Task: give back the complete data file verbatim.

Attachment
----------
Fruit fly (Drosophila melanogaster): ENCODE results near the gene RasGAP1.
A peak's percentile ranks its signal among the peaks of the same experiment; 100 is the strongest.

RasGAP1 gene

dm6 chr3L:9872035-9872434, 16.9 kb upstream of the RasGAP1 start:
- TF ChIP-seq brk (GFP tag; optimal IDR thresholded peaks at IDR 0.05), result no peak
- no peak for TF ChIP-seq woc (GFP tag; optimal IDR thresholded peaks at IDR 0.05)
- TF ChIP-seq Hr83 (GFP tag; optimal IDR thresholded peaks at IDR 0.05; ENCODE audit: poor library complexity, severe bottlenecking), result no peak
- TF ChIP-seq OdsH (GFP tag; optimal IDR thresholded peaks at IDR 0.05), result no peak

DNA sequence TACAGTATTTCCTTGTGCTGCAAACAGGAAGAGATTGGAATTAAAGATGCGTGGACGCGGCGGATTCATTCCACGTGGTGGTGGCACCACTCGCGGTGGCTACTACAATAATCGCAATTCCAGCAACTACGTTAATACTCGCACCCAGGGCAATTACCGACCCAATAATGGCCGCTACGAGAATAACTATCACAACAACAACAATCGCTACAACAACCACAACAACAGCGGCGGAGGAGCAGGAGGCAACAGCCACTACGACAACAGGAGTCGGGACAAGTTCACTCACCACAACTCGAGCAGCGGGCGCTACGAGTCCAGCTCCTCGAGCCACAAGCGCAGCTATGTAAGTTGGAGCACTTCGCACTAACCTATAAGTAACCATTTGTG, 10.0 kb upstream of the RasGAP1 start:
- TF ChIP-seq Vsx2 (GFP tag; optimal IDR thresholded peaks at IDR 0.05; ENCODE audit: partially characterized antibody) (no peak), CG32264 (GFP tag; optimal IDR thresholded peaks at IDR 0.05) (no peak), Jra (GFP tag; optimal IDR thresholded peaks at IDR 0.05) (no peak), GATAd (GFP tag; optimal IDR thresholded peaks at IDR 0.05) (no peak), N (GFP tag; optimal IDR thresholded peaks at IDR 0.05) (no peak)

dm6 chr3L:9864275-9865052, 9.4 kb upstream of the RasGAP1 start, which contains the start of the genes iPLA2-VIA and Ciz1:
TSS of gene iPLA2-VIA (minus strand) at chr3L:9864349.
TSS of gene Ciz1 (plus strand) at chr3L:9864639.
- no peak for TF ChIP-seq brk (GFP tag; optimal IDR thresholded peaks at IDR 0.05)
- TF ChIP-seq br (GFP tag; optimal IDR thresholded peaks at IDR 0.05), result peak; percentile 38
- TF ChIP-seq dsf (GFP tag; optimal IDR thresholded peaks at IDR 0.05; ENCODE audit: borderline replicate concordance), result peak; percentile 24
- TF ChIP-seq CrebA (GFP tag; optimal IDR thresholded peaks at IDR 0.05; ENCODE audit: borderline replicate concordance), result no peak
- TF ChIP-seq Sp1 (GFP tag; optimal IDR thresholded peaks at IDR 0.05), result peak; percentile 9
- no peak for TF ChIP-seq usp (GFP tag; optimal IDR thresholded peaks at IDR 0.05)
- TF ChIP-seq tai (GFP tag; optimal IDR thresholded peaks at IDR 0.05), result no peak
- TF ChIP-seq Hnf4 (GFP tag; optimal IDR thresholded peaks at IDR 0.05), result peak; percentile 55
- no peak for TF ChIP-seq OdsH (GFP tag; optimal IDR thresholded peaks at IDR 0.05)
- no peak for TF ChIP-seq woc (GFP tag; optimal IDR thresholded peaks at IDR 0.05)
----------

Fruit fly (Drosophila melanogaster): ENCODE results near the gene RasGAP1.
A peak's percentile ranks its signal among the peaks of the same experiment; 100 is the strongest.

RasGAP1 gene

dm6 chr3L:9872035-9872434, 16.9 kb upstream of the RasGAP1 start:
- TF ChIP-seq brk (GFP tag; optimal IDR thresholded peaks at IDR 0.05), result no peak
- no peak for TF ChIP-seq woc (GFP tag; optimal IDR thresholded peaks at IDR 0.05)
- TF ChIP-seq Hr83 (GFP tag; optimal IDR thresholded peaks at IDR 0.05; ENCODE audit: poor library complexity, severe bottlenecking), result no peak
- TF ChIP-seq OdsH (GFP tag; optimal IDR thresholded peaks at IDR 0.05), result no peak

DNA sequence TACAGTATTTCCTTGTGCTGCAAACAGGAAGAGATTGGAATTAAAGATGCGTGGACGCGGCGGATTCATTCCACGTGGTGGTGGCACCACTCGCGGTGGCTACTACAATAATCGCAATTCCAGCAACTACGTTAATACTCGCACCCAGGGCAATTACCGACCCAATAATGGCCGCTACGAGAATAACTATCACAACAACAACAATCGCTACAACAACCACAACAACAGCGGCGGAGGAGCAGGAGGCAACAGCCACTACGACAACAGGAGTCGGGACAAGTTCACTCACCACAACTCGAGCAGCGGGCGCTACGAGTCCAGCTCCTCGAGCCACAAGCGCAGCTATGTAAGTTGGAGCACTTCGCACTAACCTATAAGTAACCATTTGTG, 10.0 kb upstream of the RasGAP1 start:
- TF ChIP-seq Vsx2 (GFP tag; optimal IDR thresholded peaks at IDR 0.05; ENCODE audit: partially characterized antibody) (no peak), CG32264 (GFP tag; optimal IDR thresholded peaks at IDR 0.05) (no peak), Jra (GFP tag; optimal IDR thresholded peaks at IDR 0.05) (no peak), GATAd (GFP tag; optimal IDR thresholded peaks at IDR 0.05) (no peak), N (GFP tag; optimal IDR thresholded peaks at IDR 0.05) (no peak)

dm6 chr3L:9864275-9865052, 9.4 kb upstream of the RasGAP1 start, which contains the start of the genes iPLA2-VIA and Ciz1:
TSS of gene iPLA2-VIA (minus strand) at chr3L:9864349.
TSS of gene Ciz1 (plus strand) at chr3L:9864639.
- no peak for TF ChIP-seq brk (GFP tag; optimal IDR thresholded peaks at IDR 0.05)
- TF ChIP-seq br (GFP tag; optimal IDR thresholded peaks at IDR 0.05), result peak; percentile 38
- TF ChIP-seq dsf (GFP tag; optimal IDR thresholded peaks at IDR 0.05; ENCODE audit: borderline replicate concordance), result peak; percentile 24
- TF ChIP-seq CrebA (GFP tag; optimal IDR thresholded peaks at IDR 0.05; ENCODE audit: borderline replicate concordance), result no peak
- TF ChIP-seq Sp1 (GFP tag; optimal IDR thresholded peaks at IDR 0.05), result peak; percentile 9
- no peak for TF ChIP-seq usp (GFP tag; optimal IDR thresholded peaks at IDR 0.05)
- TF ChIP-seq tai (GFP tag; optimal IDR thresholded peaks at IDR 0.05), result no peak
- TF ChIP-seq Hnf4 (GFP tag; optimal IDR thresholded peaks at IDR 0.05), result peak; percentile 55
- no peak for TF ChIP-seq OdsH (GFP tag; optimal IDR thresholded peaks at IDR 0.05)
- no peak for TF ChIP-seq woc (GFP tag; optimal IDR thresholded peaks at IDR 0.05)